Banks and mortgage companies understand that purchasing a home is an important investment, whether you’re a first time buyer, or buying your second or third home.
A mortgage-able property allows the buyer to apply for a home loan by using the property he buys, as security for obtaining the home loan. In other words, if you don’t repay your home loan, the bank will take your property to recover its losses.
Mortgage is usually repayable over 20 years. Some banks allow you to pay it over a period of up to 30 years, depending on the amount of the loan and your financial situation, but this is a costly alternative in the long run.
When buying a property it’s important to be familiar with what is required from you and what precautions you can take, to ensure that you qualify for a home loan.
Buying property is an emotional journey. The property you buy will be your home, and people have an emotional connection to where home is.
However, because buying property is an emotional decision, people could make fundamental and silly mistakes. Buyers need to consider the viability of their pockets and no need to be in a rush when buying property. Usually buyers would tend to difficult in considering the options that the estate agent is limiting them to.
Buyers also need to consider the type of home they want to buy. For example an upmarket bachelor flat can be suitable for a young couple whilst the same flat can be an unsatisfactory decision for a family.
It is also important to consider the area of your new home. Is the home centrally located or at least a manageable distance to work and to the kid’s school, groceries stores and health care providers. Most important is the area relatively safe and secure. Although you may get “more home” for your money in a less desirable part of your city or town, these may not be suitable areas for children to live and play in. The value may also not appreciate as it will in more sought-after areas.
Once you have considered the above facts then you can start looking at financing option.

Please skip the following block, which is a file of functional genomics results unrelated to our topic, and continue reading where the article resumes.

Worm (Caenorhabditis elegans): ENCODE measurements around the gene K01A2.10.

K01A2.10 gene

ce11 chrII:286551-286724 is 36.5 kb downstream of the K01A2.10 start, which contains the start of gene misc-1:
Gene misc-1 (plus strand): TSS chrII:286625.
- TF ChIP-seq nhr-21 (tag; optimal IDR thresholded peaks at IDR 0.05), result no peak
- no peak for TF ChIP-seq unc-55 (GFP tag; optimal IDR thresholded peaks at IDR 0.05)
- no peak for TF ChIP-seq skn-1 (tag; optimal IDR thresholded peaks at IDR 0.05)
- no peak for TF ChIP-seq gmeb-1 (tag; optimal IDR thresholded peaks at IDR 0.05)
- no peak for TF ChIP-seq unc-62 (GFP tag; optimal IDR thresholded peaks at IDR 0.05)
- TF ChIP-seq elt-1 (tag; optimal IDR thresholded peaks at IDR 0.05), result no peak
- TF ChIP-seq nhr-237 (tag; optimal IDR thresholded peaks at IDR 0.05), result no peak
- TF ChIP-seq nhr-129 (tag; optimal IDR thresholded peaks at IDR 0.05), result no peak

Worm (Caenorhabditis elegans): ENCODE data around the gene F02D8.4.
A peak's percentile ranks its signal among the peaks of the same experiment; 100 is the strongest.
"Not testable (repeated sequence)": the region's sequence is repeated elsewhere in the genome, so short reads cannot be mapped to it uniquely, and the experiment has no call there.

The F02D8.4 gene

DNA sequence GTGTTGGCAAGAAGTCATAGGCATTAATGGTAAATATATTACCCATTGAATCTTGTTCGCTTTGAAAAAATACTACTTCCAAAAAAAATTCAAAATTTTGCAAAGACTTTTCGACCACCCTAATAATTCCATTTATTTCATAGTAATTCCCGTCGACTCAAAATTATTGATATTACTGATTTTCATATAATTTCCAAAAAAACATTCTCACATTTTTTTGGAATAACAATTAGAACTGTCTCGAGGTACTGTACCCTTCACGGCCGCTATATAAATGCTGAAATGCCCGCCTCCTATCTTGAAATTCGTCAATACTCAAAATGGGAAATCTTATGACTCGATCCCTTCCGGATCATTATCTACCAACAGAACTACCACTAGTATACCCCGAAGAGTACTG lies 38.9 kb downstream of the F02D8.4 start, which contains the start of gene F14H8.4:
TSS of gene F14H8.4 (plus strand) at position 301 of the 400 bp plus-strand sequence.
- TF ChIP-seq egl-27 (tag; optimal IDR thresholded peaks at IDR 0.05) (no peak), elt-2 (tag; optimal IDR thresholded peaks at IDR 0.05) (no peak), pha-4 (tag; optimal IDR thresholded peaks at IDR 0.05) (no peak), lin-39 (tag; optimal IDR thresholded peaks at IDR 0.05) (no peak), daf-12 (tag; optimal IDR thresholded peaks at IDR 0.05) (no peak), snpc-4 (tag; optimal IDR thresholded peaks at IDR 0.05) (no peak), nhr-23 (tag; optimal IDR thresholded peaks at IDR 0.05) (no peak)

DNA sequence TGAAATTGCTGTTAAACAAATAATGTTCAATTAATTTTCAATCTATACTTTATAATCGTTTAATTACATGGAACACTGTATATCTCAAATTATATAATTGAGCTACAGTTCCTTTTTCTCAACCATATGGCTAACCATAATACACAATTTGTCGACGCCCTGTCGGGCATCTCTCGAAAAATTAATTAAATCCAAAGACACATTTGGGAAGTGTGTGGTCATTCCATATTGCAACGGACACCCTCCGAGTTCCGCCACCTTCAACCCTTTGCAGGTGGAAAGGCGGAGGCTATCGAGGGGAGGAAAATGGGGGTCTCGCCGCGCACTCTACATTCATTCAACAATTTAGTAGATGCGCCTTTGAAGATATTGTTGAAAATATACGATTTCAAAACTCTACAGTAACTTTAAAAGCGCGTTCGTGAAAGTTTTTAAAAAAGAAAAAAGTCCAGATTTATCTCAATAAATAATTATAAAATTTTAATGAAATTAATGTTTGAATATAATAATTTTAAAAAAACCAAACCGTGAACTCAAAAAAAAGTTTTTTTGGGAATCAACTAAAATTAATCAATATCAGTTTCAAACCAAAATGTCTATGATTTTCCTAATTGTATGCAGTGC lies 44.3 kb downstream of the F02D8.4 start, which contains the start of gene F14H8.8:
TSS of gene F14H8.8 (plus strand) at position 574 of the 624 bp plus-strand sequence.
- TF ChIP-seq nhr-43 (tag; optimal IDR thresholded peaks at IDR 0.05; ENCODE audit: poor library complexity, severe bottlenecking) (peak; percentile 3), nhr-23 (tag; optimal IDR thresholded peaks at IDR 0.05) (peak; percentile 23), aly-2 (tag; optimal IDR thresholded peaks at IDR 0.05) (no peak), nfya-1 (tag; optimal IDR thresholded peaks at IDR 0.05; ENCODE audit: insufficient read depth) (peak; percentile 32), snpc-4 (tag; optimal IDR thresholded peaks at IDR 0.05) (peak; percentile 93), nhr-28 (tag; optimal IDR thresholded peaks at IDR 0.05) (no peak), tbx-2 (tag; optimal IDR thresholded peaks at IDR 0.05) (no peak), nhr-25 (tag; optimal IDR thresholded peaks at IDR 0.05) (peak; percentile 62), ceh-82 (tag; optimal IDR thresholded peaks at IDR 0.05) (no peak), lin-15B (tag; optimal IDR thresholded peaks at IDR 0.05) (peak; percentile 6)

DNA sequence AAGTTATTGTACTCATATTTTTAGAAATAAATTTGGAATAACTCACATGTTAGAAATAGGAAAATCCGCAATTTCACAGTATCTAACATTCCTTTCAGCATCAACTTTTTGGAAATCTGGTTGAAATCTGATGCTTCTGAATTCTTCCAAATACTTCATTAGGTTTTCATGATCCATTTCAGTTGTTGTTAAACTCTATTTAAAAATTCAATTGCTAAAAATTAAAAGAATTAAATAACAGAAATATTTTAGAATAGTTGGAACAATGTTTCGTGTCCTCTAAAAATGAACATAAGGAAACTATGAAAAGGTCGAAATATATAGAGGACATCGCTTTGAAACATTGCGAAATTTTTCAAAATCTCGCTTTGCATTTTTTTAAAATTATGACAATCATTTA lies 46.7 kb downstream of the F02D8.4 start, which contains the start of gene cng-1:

Sourcing the finance with which to purchase your home
There are very few people who are fortunate enough to buy a home for cash. Most people have to borrow money from a financial institution:
Banks : Home loan finance is a major part of a bank’s business.
Building Societies : Building societies used to be financial institutions registered in terms of the Building Societies Act 24 of 1965, and were then the main source of finance for home loans. All but two building societies were later converted into banks.
The Building Societies Act (later renamed the Mutual Building Societies Act) was finally repealed in 1993, and the two remaining building societies were then converted into mutual banks registered in terms of the Mutual Banks Act 124 of 1993.
Strictly speaking, therefore, there are no longer any ‘building societies’ in South Africa; only banks registered in terms of the Banks Act 1990, and mutual banks registered in terms of the Mutual Banks Act 1993. The expression ‘building society’ is however, still commonly used in practice and refers generally to a financial institution that can be approached for home loan finance.
Other Financial Institutions: These institutions are not banks, although they specialise in home loans. They fund loans through the process of securitisation, and often charge a once-off admin fee instead of monthly admin fees.
Useful tips for first time home buyers
Take a digital camera with you when house-hunting. Having photographs in front of you will help you recall specific details of each home you see – which is particularly useful if you’re viewing up to six homes in a single day.
Write down key points about each home you see as you’re inspecting it. In particular, record its size, special features, design and other factors which may influence your decision.
Take note of the area and its surrounds. Is the house close to all amenities, or is it in a remote location? Would you be happy to live in that particular neighbourhood?
When you’ve narrowed down your options, ask to view the homes you like best a second time. This will help you to narrow down your options further
Now that you’ve found your ideal home, all that remains is to close the deal – you’ll need a mortgage. In most cases the Seller’s estate agent will urge you to let them find a mortgage provider for you. Why – because they earn a handsome commission from the bank! But why not shop around then deal direct? Remember, this will be a long term relationship.
You can also make use of our mortgage calculators to discover how big a loan you could qualify for. Wishing you all the best in finding your new home.